Keeping Score

True Team: How LeBron James and the Miami Heat Took the NBA Title

With LeBron James playing at an all-time level and the Big Three getting plenty of help, Miami cruised past Oklahoma City to win its second NBA championship

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Michael Laughlin / Sun Sentinel / MCT /

LeBron James holds the NBA-championship trophy after the Miami Heat defeated the Oklahoma City Thunder 121-106 at the American Airlines Arena in Miami on June 21, 2012

It seemed inevitable, this Miami Heat championship. Going into the lockout-shortened NBA season, LeBron James, Dwyane Wade and Chris Bosh had a year of experience playing together and a humbling finals loss to the Dallas Mavericks to motivate them. So even though the Oklahoma City Thunder finished this regular season with a better record than Miami and owned home-court advantage in this year’s finals, Miami’s relatively easy five-game triumph over Oklahoma City — Miami dominated Game 5 Thursday night, 121-106 — is far from a surprise.

Pat Riley’s 2010 signings of James and Bosh will get most of the credit for this 2012 title, as they should. But Miami is much more than just three players; that’s why the Heat are now champions. Point guard Mario Chalmers, often ridiculed as a weak link and the recipient of many disapproving glares from his more accomplished teammates, scored 25 points in Game 4, the game that broke Oklahoma City’s will. Shane Battier found his shooting stroke — he still had one? — and was money from three-point range all series. Reserve Mike Miller, who won the NBA’s Rookie of the Year award in 2001 but has struggled with injuries and ineffective play during his two years in Miami, shot 7 of 8 from three-point range in Game 5.

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This series featured the juicy James-vs.–Kevin Durant matchup, the most anticipated finals duel since Michael Jordan met Magic Johnson in 1991. The parallels between this series and that one were eerie. Both were surprisingly one-sided. The Los Angeles Lakers, like the Oklahoma City Thunder, won Game 1, though they did it on the road in Chicago, while Oklahoma City’s victory was at home. Then the Lakers, like the Thunder, lost four straight. The Heat’s Miller played the part of Chicago’s John Paxson, who hit some big outside shots in the decisive Game 5 in ’91.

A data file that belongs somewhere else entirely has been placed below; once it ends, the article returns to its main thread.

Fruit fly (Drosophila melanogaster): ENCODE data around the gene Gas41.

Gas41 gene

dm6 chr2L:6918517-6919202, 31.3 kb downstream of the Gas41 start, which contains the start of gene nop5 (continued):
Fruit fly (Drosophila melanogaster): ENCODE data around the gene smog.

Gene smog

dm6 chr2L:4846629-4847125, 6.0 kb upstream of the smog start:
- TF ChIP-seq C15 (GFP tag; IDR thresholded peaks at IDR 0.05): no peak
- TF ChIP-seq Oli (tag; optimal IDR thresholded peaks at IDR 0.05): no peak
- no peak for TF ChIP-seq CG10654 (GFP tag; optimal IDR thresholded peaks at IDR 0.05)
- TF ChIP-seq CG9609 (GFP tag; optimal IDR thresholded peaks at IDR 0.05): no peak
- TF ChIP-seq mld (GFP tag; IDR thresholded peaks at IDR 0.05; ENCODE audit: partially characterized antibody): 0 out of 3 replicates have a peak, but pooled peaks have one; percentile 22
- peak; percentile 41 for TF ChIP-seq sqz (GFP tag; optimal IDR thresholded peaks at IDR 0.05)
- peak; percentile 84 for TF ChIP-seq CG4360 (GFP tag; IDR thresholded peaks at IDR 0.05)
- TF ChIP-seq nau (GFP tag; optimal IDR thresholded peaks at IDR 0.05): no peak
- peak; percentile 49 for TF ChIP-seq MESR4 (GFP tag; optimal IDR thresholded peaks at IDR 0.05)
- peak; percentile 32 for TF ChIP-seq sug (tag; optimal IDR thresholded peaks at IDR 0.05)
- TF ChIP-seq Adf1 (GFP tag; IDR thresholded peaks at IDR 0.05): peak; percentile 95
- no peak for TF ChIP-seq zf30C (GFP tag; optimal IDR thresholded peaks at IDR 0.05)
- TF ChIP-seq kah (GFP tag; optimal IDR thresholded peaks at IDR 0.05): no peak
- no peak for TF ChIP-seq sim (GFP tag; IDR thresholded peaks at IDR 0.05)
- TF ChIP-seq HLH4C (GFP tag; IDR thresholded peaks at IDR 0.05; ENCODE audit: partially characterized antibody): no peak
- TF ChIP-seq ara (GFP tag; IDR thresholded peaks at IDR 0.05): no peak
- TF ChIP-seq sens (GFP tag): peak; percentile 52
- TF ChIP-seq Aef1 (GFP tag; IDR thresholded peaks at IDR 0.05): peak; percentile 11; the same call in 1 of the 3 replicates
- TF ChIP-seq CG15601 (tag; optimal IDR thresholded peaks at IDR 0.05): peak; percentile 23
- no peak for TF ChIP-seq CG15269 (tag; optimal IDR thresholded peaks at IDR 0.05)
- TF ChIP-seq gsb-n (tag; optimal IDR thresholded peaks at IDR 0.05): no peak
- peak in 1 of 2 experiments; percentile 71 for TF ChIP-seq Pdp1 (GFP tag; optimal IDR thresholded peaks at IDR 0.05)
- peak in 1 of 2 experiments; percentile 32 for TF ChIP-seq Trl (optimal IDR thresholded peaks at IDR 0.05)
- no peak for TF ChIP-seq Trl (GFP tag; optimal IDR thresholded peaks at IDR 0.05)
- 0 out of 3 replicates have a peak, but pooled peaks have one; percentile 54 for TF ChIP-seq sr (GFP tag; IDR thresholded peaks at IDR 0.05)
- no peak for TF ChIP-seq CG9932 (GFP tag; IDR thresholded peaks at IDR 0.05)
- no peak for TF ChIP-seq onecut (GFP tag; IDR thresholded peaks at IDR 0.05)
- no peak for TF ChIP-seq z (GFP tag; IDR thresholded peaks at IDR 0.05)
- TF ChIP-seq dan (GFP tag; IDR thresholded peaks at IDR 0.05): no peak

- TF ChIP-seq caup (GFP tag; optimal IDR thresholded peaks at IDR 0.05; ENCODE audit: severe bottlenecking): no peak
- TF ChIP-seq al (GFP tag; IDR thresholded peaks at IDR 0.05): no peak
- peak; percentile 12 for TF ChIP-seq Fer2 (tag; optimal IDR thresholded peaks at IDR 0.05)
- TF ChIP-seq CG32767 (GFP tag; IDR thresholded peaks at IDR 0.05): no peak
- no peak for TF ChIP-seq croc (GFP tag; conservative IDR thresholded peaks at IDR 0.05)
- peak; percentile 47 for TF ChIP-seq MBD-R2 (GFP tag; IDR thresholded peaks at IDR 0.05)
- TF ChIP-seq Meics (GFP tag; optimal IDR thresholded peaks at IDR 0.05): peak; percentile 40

And yes, LeBron was indeed Jordanesque. On two occasions in Game 5, he mimicked Jordan’s famous spectacular move from the 1991 finals, when Jordan jumped into the lane, switched the ball from his right to his left hand while hanging in the air and finished a layup. James did not exactly switch hands, but he jumped with a defender draped over him, contorted his arms and body while airborne and hit impossibly difficult shots.

James won the series’ MVP award and erased memories of his lousy 2011 finals against Dallas. He admitted he was immature last year. “I tried to prove something to everybody,” James said of the previous year while standing on the championship podium Thursday night. “I played with a lot of hate.” His bitterness was apparent after that finals loss, with his tone-deaf observation that “all the people that was rooting on me to fail, at the end of the day they have to wake up tomorrow and have the same life that they had before they woke up today. They have the same personal problems they had today. And I am going to continue to live the way that I want to live and continue to do the things that I want to do.”

This year, and during this series, James was more relaxed, focused and lethal. Just look at his numbers: 17.8 points, 7.2 rebounds and 6.8 assists per game in the 2011 finals, compared with 28.6 points, 10.2 rebounds and 7.4 assists this time out. His stats in the decisive game were equally impressive: 26 points, 11 rebounds and 13 assists.

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There’s real joy in James’ game. Sure, you can still hold The Decision against him and dock him points for not winning that first title in Cleveland. But give him credit: LeBron James loves sharing the basketball. The Heat finished with 14 three-point shots on Thursday, tying a finals record, and Miami’s downtown barrage all starts with LeBron. He draws the attention, then throws perfect pitches to his open teammates. Jordan and Kobe Bryant represent the cold-blooded scorers who pass when they have to. James proved he could close like those guys, especially when attacking the basket. But dishing is his true love.

Remember that “We Are All Witnesses” campaign built around James in Cleveland? As soon as he took his talents to South Beach, workers began dismantling a 10-story “Witness” billboard in downtown Cleveland. That campaign faded, happily. I’d hope this new, more mature LeBron James wouldn’t sign off on something so self-indulgent. (Though I could have done without the Nike ad, showing a man crafting a championship ring for LeBron, that aired right after the buzzer.)

But we did witness something special Thursday night: a star player in his passing element and a collection of individual stars epitomizing teamwork. That dynamic is rare in sports. LeBron will enjoy this one. He called it the happiest day of his life.”It’s about damn time,” he said after the game.

However, he’s still LeBron. And we’ll be expecting, what, five or six more?

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